Installing the HP Diagnostics Collector

HP Diagnostics contains two types of data collectors. Agents are embedded inside an application whereas Collectors run outside the application and collect data through polling. Collectors have expanded significantly in recent versions to support SAP, WebsphereMQ, SqlServer, Oracle, VMWare ESX, Tibco, and WebMethods. Installation is straightforward but there are some tips and tricks that will help you avoid confusion.

 Step 1: Accept license. 

In a command line installation, this is a rather lengthy process as the license agreement is 31 pages long and you have to reach the bottom to accept.

 

 

 

 

 

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Step 2: Choose install path.

File path can be local storage or NAS. Software can be installed on any drive or at any path.

 

 

 

 

 

Screen Shot 2013-07-17 at 10.00.44 PM Step 3: Give the Collector a name.

The Collectors are built on the same codebase as the Agents, so they require a name, the same as an Agent requires a name. In a larger environment, you might have multiple collectors – for example, one for databases, one for messaging systems. Use this name to your advantage to organize your deployment.

 

 

 

 

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Step 4: Choose the technologies to monitor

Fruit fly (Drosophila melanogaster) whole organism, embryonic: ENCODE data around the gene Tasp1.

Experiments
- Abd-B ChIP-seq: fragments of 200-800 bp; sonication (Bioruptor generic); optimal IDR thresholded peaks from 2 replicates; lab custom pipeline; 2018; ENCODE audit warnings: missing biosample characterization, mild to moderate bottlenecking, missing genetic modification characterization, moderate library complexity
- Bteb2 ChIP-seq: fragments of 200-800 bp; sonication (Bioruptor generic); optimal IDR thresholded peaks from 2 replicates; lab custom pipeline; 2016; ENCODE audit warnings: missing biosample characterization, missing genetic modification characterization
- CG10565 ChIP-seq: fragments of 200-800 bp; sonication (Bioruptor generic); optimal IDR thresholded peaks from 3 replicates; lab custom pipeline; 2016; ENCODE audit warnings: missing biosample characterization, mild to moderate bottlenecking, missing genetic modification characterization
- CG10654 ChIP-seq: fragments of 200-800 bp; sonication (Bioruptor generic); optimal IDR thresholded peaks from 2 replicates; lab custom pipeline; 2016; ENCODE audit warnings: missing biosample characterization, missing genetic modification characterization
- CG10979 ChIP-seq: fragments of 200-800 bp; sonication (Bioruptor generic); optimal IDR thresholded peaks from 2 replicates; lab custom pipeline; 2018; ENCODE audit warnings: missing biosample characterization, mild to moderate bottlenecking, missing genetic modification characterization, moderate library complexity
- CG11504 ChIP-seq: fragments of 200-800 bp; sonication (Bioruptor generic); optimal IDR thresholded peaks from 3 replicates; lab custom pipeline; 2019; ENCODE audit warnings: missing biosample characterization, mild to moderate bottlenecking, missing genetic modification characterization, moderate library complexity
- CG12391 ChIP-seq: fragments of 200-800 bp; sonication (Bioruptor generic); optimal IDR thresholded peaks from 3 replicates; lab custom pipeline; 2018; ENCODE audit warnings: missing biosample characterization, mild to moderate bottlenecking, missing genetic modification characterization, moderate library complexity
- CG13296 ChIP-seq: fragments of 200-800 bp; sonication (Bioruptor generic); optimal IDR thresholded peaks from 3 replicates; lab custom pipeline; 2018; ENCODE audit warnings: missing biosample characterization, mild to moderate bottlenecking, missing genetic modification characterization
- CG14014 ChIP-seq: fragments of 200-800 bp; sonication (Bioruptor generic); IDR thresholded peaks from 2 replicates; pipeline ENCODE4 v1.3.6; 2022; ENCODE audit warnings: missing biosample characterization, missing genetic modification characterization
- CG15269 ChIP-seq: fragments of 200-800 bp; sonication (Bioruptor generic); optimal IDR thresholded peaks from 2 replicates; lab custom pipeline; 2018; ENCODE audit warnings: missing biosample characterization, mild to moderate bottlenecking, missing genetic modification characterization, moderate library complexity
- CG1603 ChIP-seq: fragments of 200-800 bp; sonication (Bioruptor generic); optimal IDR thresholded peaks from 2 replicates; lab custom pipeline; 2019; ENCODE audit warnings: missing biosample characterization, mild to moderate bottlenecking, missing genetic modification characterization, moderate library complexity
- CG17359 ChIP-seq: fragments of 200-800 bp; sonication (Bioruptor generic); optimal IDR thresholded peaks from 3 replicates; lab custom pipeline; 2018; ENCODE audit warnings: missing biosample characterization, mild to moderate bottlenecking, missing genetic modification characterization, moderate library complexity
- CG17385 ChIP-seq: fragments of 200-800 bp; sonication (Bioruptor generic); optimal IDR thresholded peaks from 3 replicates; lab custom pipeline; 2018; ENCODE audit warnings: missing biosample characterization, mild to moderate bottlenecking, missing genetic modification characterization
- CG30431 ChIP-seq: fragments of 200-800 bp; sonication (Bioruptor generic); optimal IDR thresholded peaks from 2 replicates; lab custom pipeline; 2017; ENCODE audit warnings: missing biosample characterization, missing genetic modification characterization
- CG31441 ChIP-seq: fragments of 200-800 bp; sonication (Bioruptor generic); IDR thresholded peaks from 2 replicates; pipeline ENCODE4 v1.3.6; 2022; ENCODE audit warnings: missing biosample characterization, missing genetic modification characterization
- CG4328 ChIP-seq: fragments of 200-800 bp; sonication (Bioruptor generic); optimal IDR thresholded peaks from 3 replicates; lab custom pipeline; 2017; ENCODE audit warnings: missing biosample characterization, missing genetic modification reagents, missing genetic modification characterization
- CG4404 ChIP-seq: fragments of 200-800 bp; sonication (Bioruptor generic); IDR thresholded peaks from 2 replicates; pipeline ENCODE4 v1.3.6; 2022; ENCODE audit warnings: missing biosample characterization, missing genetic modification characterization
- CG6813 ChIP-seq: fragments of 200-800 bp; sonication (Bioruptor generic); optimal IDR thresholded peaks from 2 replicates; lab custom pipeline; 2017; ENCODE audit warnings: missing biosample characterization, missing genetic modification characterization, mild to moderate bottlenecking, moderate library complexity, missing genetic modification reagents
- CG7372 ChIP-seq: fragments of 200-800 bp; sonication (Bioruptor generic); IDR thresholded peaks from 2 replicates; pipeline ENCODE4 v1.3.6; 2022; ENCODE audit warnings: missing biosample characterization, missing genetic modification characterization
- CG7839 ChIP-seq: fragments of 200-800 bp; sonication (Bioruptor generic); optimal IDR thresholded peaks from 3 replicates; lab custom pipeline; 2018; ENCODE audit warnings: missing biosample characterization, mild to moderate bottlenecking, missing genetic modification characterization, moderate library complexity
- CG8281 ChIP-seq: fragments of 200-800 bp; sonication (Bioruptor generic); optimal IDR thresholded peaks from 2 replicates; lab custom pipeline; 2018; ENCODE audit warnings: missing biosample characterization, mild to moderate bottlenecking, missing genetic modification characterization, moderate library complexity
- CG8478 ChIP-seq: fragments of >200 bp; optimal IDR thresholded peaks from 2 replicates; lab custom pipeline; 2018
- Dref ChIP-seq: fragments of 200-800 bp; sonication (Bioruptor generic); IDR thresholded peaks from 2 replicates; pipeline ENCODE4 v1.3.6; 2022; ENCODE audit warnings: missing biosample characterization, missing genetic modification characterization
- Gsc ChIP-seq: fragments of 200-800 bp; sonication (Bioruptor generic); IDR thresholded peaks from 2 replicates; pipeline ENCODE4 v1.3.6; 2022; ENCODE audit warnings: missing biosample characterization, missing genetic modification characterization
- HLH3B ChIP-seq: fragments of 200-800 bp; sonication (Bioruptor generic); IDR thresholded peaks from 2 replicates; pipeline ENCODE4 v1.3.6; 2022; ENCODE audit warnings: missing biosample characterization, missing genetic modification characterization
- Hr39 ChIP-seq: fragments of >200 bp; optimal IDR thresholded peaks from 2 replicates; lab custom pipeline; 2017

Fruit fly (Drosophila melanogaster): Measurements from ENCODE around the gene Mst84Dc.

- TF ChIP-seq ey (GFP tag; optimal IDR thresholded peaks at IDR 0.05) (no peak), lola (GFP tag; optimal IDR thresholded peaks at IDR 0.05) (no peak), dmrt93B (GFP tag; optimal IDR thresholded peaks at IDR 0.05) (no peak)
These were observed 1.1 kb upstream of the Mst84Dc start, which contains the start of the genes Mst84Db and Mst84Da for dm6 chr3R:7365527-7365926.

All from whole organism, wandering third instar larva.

Only choose those options you are ready to configure and begin monitoring. If you enable an option but leave it unconfigured, the Collector will fail to execute.

 

 

 

 

 

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Step 5: Point the Collector at Mediator

In a small installation, one could direct data to the Commander server acting as a Mediator. Collectors can be treated like an Agent for scalability.

 

 

 

 

 

Screen Shot 2013-07-17 at 10.03.22 PM Step 7: Configure access to monitored systems

In the “etc” directory under the Collector install directory, there will be a number of XML configuration files, one for each technology to be monitored. The collector.properties file controls which technologies will be monitored and which Mediator will receive the collected data.

 

 

 

 

 

Screen Shot 2013-07-17 at 10.03.52 PM Within each XML file there will be a block for each system to be monitored. Fro example, if you intend to monitor three database servers, you will have three blocks of XML, one for each system. There is a comment in the XML file indicated the path to a tool that will enable you to encrypt the passwords for your systems. One point that confuses many is the difference between the and tags. Using the tag (default example) with a plaintext password will not work.